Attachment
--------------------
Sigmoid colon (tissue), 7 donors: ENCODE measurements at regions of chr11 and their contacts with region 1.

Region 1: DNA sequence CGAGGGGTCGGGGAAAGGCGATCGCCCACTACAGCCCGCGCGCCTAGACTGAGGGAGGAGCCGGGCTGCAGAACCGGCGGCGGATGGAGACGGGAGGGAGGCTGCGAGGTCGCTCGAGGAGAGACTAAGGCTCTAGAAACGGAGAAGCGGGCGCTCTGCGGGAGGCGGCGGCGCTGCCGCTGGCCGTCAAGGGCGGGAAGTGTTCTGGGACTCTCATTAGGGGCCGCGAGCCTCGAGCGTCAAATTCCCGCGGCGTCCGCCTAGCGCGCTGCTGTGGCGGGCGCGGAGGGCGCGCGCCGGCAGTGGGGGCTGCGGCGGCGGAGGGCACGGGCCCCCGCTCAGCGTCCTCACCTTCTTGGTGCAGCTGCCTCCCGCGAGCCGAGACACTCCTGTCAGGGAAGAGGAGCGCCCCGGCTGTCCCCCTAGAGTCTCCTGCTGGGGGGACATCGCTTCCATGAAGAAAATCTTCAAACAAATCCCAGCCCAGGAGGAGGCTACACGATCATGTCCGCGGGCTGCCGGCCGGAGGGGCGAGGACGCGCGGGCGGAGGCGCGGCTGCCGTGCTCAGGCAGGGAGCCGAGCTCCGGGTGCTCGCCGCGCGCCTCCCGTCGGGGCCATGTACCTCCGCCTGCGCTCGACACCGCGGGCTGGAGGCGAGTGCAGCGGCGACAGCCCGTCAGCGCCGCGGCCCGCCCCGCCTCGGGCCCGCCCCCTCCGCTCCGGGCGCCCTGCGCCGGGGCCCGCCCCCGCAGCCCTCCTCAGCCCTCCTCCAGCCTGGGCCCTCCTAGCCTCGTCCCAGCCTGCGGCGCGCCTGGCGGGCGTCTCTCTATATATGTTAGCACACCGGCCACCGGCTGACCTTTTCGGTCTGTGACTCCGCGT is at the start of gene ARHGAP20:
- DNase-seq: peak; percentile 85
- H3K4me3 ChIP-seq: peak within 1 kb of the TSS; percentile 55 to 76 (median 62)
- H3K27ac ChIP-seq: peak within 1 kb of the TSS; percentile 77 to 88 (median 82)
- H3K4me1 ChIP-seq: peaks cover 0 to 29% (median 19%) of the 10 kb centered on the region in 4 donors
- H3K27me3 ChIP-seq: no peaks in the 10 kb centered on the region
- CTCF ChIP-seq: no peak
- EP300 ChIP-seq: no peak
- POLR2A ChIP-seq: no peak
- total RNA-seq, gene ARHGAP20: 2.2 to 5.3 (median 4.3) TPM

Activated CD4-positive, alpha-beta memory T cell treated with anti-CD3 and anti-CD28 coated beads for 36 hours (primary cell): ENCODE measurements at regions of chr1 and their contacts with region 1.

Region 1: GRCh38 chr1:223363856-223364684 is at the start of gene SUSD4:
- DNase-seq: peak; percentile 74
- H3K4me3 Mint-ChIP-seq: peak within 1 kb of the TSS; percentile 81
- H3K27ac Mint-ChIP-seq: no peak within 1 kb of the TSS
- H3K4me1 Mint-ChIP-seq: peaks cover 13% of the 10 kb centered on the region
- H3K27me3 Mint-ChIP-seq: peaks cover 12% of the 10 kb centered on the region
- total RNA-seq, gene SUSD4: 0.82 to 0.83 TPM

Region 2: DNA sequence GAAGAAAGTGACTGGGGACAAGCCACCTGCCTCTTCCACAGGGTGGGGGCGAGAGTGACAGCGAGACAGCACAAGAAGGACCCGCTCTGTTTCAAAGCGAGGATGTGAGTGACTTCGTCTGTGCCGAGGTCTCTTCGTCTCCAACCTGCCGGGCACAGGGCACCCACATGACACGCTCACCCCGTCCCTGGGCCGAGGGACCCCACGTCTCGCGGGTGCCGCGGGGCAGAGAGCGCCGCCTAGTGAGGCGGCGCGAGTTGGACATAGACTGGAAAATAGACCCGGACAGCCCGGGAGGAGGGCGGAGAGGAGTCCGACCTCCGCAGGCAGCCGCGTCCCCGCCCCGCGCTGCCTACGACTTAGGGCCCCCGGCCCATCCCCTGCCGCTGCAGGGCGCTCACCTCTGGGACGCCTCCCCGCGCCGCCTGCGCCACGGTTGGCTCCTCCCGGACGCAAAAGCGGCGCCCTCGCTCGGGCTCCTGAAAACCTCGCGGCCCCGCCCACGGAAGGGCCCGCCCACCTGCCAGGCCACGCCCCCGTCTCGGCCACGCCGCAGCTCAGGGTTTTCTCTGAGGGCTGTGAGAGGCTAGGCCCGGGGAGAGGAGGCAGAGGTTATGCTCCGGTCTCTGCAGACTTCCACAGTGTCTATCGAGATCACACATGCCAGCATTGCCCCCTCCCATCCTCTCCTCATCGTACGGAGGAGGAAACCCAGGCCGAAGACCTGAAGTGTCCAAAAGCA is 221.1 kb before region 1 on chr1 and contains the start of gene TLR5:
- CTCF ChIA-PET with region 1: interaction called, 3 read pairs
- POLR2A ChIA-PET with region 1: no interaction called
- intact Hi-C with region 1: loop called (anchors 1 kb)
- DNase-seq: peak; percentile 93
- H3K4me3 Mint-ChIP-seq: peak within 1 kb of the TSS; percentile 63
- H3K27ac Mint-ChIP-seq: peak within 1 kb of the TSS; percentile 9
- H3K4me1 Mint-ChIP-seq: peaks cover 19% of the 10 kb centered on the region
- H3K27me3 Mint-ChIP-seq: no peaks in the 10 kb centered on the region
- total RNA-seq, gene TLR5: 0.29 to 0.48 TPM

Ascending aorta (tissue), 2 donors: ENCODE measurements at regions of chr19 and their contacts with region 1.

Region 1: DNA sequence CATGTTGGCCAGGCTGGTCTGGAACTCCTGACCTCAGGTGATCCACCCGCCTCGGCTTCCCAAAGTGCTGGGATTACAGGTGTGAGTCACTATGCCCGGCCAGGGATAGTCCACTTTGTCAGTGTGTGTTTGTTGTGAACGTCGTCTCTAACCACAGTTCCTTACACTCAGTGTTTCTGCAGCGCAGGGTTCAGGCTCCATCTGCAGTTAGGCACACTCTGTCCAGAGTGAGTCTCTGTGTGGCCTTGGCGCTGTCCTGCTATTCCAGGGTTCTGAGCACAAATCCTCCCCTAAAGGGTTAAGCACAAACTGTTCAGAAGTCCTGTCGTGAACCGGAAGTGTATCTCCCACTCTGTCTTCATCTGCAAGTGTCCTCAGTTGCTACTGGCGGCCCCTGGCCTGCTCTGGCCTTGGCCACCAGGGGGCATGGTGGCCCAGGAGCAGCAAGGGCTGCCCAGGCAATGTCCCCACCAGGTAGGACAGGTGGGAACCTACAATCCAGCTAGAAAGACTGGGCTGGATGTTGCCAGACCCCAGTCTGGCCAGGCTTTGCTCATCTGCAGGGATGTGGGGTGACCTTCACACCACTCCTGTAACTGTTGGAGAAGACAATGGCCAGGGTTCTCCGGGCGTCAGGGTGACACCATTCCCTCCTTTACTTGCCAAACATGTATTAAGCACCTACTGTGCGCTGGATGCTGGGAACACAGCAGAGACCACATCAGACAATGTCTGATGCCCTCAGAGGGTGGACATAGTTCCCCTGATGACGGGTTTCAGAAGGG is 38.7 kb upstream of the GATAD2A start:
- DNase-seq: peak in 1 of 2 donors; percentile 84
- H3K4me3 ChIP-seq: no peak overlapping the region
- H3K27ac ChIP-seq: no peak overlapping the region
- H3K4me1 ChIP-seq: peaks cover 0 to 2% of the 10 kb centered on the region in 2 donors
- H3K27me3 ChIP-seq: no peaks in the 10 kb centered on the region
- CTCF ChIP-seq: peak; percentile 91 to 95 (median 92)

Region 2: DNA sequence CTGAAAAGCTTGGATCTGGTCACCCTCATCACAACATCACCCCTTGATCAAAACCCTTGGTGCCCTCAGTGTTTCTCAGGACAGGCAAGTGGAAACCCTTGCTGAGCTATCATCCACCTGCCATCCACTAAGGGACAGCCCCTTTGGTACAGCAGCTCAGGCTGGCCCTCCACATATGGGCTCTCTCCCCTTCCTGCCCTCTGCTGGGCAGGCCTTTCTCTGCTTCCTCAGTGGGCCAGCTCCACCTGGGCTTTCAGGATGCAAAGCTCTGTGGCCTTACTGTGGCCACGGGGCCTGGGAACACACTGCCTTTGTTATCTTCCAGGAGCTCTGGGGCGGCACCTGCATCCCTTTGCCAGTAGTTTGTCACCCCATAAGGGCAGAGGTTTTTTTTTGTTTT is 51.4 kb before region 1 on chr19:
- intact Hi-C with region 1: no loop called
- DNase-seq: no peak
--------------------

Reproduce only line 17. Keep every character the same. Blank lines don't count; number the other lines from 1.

- H3K4me1 Mint-ChIP-seq: peaks cover 13% of the 10 kb centered on the region